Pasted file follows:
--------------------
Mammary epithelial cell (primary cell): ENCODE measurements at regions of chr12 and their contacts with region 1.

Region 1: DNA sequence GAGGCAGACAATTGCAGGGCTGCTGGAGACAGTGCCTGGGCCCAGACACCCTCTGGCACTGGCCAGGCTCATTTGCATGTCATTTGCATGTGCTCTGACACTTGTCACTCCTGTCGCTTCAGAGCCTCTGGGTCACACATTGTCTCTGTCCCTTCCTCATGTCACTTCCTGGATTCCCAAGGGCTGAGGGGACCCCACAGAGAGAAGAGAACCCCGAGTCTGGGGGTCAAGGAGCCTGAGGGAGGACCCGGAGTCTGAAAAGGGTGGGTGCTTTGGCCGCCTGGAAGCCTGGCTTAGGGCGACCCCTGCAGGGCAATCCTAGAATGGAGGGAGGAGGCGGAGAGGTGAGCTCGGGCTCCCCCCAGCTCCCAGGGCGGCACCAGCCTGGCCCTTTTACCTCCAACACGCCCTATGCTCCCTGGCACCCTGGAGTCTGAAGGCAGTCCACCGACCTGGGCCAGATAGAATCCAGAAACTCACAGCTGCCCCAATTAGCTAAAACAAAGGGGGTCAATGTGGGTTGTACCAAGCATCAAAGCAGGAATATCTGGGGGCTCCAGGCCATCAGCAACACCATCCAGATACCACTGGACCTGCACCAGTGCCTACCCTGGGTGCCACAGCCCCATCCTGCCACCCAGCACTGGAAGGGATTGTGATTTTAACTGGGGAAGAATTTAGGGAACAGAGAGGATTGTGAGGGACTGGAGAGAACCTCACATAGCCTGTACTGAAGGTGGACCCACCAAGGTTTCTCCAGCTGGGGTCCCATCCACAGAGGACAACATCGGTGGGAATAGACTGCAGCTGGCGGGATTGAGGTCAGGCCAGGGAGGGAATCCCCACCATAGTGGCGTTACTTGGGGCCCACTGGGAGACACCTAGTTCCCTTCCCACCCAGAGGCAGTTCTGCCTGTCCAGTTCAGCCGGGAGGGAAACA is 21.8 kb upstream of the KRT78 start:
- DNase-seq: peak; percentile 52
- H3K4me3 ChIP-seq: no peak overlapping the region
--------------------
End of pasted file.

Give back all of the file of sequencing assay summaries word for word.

Mammary epithelial cell (primary cell): ENCODE measurements at regions of chr12 and their contacts with region 1.

Region 1: DNA sequence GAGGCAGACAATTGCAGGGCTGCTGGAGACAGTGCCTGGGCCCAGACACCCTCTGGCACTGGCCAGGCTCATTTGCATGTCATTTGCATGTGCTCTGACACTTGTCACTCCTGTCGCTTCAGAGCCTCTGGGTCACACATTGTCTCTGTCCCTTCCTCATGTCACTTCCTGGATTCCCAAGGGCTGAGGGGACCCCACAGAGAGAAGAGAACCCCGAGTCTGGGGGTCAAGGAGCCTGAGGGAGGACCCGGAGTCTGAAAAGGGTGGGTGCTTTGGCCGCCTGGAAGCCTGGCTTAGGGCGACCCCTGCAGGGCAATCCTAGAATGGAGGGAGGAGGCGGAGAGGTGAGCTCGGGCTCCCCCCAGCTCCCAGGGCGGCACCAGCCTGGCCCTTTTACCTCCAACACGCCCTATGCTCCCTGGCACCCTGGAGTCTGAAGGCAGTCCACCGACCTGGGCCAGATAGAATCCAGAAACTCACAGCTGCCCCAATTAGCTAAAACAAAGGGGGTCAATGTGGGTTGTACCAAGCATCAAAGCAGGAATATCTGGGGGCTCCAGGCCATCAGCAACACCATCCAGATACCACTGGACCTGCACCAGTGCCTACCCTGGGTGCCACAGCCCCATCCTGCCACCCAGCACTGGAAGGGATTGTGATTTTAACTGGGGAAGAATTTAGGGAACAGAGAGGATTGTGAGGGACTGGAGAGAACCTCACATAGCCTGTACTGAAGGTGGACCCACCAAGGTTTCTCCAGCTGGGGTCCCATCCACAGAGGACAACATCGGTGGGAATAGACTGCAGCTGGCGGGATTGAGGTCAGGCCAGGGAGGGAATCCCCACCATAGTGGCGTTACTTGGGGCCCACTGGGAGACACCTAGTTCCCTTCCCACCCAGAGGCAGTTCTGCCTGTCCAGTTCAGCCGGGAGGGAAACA is 21.8 kb upstream of the KRT78 start:
- DNase-seq: peak; percentile 52
- H3K4me3 ChIP-seq: no peak overlapping the region